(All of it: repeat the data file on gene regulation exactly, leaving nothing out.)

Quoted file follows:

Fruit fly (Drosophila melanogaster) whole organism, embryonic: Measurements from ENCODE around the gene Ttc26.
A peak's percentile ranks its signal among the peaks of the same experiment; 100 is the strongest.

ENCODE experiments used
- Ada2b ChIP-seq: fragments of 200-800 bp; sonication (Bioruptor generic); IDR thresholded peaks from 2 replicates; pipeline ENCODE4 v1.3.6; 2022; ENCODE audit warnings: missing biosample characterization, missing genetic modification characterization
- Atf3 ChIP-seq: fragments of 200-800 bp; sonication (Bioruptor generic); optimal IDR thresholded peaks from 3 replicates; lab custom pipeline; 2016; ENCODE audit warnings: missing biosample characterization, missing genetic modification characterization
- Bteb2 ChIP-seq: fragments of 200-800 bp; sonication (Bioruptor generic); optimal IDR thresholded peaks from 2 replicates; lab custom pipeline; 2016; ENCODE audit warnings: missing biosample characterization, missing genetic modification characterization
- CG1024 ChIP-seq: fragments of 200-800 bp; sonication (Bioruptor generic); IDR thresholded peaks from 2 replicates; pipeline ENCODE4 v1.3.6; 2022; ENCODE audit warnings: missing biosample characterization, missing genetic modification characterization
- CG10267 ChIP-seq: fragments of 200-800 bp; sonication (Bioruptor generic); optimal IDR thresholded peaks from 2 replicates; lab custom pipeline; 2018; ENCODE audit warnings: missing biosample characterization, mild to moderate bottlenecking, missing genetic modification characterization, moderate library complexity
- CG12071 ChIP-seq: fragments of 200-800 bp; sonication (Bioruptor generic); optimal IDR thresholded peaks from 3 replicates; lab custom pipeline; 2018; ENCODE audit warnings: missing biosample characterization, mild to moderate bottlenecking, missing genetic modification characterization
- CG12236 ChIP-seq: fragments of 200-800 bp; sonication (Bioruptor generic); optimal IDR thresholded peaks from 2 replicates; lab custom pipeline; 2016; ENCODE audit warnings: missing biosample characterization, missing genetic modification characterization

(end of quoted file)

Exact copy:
Fruit fly (Drosophila melanogaster) whole organism, embryonic: Measurements from ENCODE around the gene Ttc26.
A peak's percentile ranks its signal among the peaks of the same experiment; 100 is the strongest.

ENCODE experiments used
- Ada2b ChIP-seq: fragments of 200-800 bp; sonication (Bioruptor generic); IDR thresholded peaks from 2 replicates; pipeline ENCODE4 v1.3.6; 2022; ENCODE audit warnings: missing biosample characterization, missing genetic modification characterization
- Atf3 ChIP-seq: fragments of 200-800 bp; sonication (Bioruptor generic); optimal IDR thresholded peaks from 3 replicates; lab custom pipeline; 2016; ENCODE audit warnings: missing biosample characterization, missing genetic modification characterization
- Bteb2 ChIP-seq: fragments of 200-800 bp; sonication (Bioruptor generic); optimal IDR thresholded peaks from 2 replicates; lab custom pipeline; 2016; ENCODE audit warnings: missing biosample characterization, missing genetic modification characterization
- CG1024 ChIP-seq: fragments of 200-800 bp; sonication (Bioruptor generic); IDR thresholded peaks from 2 replicates; pipeline ENCODE4 v1.3.6; 2022; ENCODE audit warnings: missing biosample characterization, missing genetic modification characterization
- CG10267 ChIP-seq: fragments of 200-800 bp; sonication (Bioruptor generic); optimal IDR thresholded peaks from 2 replicates; lab custom pipeline; 2018; ENCODE audit warnings: missing biosample characterization, mild to moderate bottlenecking, missing genetic modification characterization, moderate library complexity
- CG12071 ChIP-seq: fragments of 200-800 bp; sonication (Bioruptor generic); optimal IDR thresholded peaks from 3 replicates; lab custom pipeline; 2018; ENCODE audit warnings: missing biosample characterization, mild to moderate bottlenecking, missing genetic modification characterization
- CG12236 ChIP-seq: fragments of 200-800 bp; sonication (Bioruptor generic); optimal IDR thresholded peaks from 2 replicates; lab custom pipeline; 2016; ENCODE audit warnings: missing biosample characterization, missing genetic modification characterization